After everything was all decided, I headed back to the hostel and got settled. I told myself I wasn’t allowed to just do nothing at the hostel, so I decided to check out Nyhavn (pronounced like na-haown, I’ll never really figure it out though). It was packed as it was happy hour/dinner time on a Friday, so I grabbed some ice cream (yes, for dinner) and grabbed a seat on the side of the canal to watch the world go by.

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This happens to be where the most commonly seen picture of Copenhagen was taken. Looks just like it too.

I gave up after not too long and hopped the bus back home. I am learning that two showers a day will probably be the norm for me this trip, especially if it’s going to stay in the 30’s (90’s for us Americans – I had to learn Celsius or I sound crazy).


Day 14

Steps: 22,875

Floors: 35

Day 15

Steps: 20,260

Floors: 87 (lots of stairs on that ferry boat!)

Day 16

Steps: 18,485

Floors: 23

 

Day 13 – Ships and Sculptures

I started today out heading to the Maritime Museum in Oslo. The museum is located on the end of a peninsula, which has a ferry that runs between there and essentially downtown Oslo. I bought myself a 24 hour transportation ticket (bus, tram, ferry) and got ready to go. Turns out, the ferry to the museums is the only thing on the maps that doesn’t work with a normal bus ticket. So bus it was.

Almost everyone else got off at the Viking Ship Museum, but I kept going. The museum had been open for about an hour by the time I got there, yet there was no one in the exhibits. Like really, I was the only one in there for a long time. They had a lot of awesome information about shipping in Norway. Did you know that the largest cruise-lines in the world started from Norwegian Ferry companies? Nope? Me neither. I finally figured out what they meant by the different styles of boat building, which is useful, if I was going to build some ancient boats, or if I’d known it when reading descriptions for the past 6 days.

The view out from the museum, towards the fjord and the islands.
The view out from the museum, towards the fjord and the islands.

The views from outside the museum were quite amazing as well. Turns out lots of people in Oslo own sailing boats. Not sure if you can even distinguish one mast from another in the picture.

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From there, I headed back up the road to the Viking Ship Museum, which was still crawling with people. The museum has the remains of 3 viking ships which were found in Norway, between 1896 and 1904, and have been preserved and reconstructed. The ships were all used as burial vessels for important people of the time (all are believed to have been buried before 920). The first one was assembled from 90% original material! The second one, not as much, and the third one… just scroll to that picture.

First Ship
First Ship
Second Ship
Second Ship
Third Ship!
Third Ship!

The found a fourth around the same time, but that one had nothing left of the actual ship. They found lots of bits and pieces to go with the burial. The Viking people appear to have believed in the after life and that you needed the same material things there as in the living world, so animals, food, tools, etc. were also buried with the person. They believe jewelry was also buried, but the mounds were all robbed (evidenced by broken things) shortly after the entombment.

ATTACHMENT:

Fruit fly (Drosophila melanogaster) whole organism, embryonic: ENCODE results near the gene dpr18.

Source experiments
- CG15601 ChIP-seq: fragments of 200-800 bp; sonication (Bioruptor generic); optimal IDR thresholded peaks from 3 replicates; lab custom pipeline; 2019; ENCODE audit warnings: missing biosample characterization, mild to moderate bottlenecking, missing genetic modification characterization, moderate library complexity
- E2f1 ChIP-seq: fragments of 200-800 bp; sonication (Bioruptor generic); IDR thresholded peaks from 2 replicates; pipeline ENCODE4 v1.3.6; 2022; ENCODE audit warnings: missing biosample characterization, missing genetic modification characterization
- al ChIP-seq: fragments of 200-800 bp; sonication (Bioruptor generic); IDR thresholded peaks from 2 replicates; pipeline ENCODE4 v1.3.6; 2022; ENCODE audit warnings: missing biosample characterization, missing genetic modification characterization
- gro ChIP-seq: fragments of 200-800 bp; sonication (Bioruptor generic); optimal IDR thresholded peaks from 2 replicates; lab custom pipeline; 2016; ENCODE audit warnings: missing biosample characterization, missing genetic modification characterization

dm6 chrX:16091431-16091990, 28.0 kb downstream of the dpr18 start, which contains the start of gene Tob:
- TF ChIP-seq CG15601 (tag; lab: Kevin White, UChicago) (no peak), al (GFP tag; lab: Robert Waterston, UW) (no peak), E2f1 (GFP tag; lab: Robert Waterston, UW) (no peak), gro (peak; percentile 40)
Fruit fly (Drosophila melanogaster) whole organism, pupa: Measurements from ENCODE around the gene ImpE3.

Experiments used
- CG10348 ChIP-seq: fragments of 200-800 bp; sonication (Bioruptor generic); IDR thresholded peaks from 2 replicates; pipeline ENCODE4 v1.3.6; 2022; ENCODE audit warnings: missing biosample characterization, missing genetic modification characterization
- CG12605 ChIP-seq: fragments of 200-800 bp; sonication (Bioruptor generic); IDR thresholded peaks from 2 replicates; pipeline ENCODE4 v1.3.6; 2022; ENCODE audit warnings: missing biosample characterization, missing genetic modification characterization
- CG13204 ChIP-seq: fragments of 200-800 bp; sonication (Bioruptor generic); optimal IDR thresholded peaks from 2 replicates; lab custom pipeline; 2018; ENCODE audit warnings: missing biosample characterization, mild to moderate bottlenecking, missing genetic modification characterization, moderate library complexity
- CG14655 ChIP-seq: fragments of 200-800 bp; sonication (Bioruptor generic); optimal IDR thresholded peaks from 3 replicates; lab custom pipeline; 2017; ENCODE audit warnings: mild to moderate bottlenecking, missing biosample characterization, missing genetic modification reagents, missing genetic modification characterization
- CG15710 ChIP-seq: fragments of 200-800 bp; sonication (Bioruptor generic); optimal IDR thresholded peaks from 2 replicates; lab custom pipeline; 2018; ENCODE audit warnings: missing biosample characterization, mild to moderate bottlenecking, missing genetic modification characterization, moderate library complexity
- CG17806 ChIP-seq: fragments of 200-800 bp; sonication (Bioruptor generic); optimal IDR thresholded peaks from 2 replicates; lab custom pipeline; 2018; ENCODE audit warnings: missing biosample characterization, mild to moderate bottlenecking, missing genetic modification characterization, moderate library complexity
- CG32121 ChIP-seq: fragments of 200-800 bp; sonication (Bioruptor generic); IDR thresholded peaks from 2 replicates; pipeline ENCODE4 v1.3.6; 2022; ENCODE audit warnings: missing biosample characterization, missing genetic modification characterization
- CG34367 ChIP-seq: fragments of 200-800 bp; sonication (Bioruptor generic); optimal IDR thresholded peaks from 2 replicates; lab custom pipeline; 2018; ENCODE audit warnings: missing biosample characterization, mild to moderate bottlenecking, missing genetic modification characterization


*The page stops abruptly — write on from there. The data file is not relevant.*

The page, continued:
Hopped the bus back to town and up to the Vigeland Park. This is something I need to read up on a bit more, but I couldn’t talk myself into the museum with how nice of a day it was. Essentially it’s a large park a bit outside the city center, with a ton of Vigeland Sculptures. Some of them are very well known, others perhaps not as much. I, ofcourse, was drawn to the big things, like everyone else. I took some time to look at all the smaller sculptures around, and regardless of the position the people were in, they all just seemed so sad! I could tell some things were clearly happy events depicted, but the faces were so somber and sad looking to me. All of the sculptures are people, with the extremely large majority being groups of people.

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I pretty much just hung out in the park until the massive rush of tourists left. It really is a thing here to just sun bathe and have lunch in the park (which I was happy to participate in). Lots of people were in the park: some groups of friends, some families, some single people. A lot of the groups and families were grilling food. However, grilling here is totally different than home. Since everyone travels by bus/tram or bike or walking, no one owns actual grills. And there aren’t any in the park. But you can buy these one time use grills from the grocery stores! Pretty neat contraptions if you ask me. No long time grilling on them though, and probably nothing that wasn’t pre-cooked.

I was glad I brought sunscreen with me otherwise I would be fried pink! Such a nice day. Now off to my room, where I now have 3 other roommates!


 

Steps: 16,480 (even with a bus pass!)

Floors: 23

Days 11 and 12: Train, Hostel, Oslo!

Day 10

I caught and early, but not too early, train to Oslo. We left at 07:57, right on time. Of course, the first time I’m using a train as my method of transportation to get from one place to another, it ran into problems. Turns out, there were some electrical problems past Myrdal (where we got off to go to Flåm) in the mountains. So we got to spend around an hour and a half at the station in Voss. Lucky for me, I was staying at the end destination for the train, other people had some bigger problems. However, the conductor went around to each person and asked where they were going, and then solved how to get there for them. Pretty awesome as that would be hard to do on the fly.